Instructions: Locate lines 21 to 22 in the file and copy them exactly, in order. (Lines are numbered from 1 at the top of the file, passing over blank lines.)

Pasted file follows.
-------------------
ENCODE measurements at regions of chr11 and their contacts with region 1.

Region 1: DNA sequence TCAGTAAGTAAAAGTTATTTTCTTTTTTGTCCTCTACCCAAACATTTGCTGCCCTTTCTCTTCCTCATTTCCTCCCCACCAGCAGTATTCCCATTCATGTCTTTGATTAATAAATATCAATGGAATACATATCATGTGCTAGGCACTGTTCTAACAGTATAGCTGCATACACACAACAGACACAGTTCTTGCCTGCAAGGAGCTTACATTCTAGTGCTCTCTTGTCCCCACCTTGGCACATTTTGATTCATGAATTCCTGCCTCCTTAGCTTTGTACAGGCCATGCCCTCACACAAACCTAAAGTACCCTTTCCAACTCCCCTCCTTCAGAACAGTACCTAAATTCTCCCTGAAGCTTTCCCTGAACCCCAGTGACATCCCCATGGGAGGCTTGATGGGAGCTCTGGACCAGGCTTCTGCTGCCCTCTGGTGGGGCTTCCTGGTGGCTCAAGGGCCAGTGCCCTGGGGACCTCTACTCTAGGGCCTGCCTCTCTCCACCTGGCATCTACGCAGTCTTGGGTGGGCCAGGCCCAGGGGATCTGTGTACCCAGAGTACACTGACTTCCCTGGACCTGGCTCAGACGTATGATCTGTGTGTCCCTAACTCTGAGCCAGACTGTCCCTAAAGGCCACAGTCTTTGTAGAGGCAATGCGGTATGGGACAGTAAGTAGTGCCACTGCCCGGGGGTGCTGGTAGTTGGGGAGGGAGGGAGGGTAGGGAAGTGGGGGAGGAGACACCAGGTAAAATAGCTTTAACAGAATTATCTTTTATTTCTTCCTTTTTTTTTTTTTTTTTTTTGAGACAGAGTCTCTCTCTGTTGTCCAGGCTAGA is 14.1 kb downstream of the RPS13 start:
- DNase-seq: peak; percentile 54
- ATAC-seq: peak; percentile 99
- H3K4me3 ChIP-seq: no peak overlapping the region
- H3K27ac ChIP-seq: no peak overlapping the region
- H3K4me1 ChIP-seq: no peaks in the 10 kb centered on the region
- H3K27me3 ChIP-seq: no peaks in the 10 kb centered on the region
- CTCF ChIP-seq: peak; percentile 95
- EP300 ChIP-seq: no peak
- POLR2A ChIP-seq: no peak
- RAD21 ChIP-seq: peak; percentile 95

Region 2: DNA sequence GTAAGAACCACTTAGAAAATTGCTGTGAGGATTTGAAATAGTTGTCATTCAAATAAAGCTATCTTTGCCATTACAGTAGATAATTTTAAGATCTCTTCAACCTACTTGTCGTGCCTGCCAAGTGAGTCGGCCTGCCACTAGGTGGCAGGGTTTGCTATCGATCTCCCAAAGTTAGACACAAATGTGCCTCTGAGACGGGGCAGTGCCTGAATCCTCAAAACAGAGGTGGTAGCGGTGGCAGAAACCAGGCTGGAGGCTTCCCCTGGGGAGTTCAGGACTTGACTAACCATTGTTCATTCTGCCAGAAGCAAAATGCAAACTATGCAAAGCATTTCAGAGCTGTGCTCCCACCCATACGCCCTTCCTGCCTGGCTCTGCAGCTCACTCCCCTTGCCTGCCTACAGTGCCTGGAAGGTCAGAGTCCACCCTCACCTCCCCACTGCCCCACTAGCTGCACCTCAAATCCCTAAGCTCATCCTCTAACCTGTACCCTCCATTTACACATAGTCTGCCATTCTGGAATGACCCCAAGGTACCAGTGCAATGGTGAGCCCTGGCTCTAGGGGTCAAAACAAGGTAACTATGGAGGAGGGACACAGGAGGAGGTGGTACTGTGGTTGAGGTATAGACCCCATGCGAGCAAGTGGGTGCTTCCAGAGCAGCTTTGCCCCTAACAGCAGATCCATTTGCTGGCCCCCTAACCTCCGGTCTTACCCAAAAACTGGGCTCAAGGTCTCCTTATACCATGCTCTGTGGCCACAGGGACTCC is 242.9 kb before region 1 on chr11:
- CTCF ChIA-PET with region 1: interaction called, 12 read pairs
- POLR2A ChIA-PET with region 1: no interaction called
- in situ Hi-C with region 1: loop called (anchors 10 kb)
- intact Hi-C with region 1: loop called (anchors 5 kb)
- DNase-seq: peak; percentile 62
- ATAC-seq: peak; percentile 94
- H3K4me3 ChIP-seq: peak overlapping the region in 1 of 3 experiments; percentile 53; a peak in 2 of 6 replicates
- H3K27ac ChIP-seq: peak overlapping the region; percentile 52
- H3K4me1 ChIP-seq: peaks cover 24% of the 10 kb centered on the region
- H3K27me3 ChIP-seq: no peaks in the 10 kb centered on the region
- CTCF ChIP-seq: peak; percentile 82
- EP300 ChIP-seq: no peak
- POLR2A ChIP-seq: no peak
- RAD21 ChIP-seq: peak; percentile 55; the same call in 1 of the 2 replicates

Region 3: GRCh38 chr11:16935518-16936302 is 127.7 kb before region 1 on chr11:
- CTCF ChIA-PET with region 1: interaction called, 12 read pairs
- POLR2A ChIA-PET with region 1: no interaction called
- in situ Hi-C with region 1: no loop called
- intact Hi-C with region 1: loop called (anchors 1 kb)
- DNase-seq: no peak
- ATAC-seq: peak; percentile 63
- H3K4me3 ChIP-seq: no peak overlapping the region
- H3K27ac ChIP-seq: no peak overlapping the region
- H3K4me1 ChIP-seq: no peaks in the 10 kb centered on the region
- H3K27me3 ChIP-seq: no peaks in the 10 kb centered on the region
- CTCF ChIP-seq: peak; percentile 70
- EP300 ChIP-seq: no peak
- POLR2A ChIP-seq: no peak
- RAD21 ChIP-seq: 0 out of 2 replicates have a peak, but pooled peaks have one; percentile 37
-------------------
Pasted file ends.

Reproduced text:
- H3K27ac ChIP-seq: peak overlapping the region; percentile 52
- H3K4me1 ChIP-seq: peaks cover 24% of the 10 kb centered on the region